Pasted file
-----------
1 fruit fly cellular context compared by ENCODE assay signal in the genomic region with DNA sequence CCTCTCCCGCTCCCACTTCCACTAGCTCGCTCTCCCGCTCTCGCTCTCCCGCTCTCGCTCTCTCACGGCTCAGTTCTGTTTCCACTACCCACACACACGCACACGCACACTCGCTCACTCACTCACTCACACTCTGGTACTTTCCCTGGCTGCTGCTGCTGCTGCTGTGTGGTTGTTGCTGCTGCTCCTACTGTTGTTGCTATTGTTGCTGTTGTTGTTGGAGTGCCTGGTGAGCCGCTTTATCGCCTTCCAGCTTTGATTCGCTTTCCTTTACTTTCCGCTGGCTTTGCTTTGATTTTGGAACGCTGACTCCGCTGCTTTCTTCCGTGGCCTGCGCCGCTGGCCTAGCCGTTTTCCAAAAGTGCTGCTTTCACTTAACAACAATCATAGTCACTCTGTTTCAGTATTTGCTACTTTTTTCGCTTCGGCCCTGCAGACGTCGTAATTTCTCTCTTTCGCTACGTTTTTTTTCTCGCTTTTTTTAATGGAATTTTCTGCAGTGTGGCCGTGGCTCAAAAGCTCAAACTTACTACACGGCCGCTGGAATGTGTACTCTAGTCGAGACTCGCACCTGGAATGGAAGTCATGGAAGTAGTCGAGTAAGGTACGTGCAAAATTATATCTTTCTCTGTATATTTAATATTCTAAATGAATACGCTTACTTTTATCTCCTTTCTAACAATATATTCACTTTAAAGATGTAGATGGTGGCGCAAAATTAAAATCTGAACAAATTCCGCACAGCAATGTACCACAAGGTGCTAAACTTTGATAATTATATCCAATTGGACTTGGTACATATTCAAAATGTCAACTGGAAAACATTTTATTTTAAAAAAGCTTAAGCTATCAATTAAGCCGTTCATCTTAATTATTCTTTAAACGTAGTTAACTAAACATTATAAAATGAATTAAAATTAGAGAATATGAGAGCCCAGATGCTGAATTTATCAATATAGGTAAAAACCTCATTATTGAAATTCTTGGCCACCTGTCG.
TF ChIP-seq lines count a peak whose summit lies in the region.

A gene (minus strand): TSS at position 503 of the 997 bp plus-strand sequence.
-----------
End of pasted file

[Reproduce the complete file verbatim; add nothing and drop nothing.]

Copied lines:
1 fruit fly cellular context compared by ENCODE assay signal in the genomic region with DNA sequence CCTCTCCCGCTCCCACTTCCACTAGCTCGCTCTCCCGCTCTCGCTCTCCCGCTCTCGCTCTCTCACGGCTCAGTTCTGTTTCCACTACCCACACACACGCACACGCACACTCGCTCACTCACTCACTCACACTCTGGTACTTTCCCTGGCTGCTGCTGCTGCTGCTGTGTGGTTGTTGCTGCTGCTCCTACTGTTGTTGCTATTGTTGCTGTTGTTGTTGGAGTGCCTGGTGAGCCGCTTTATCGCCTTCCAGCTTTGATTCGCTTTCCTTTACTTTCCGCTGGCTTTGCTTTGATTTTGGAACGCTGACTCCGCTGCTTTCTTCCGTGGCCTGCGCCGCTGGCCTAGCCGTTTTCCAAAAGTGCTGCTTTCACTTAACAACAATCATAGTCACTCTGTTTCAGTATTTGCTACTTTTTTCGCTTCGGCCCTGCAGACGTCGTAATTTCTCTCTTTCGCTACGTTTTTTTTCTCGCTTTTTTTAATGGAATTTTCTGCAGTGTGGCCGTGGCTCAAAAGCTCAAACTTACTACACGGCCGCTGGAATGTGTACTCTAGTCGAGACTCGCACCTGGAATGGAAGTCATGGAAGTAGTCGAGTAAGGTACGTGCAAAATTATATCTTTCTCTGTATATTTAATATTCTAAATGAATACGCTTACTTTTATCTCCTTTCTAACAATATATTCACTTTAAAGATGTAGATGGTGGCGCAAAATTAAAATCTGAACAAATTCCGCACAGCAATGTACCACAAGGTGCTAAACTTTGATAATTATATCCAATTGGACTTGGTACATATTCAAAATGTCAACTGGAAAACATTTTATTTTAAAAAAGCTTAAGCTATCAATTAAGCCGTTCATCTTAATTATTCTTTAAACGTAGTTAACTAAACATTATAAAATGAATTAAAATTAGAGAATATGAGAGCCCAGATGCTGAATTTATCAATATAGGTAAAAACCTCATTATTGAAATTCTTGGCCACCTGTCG.
TF ChIP-seq lines count a peak whose summit lies in the region.

A gene (minus strand): TSS at position 503 of the 997 bp plus-strand sequence.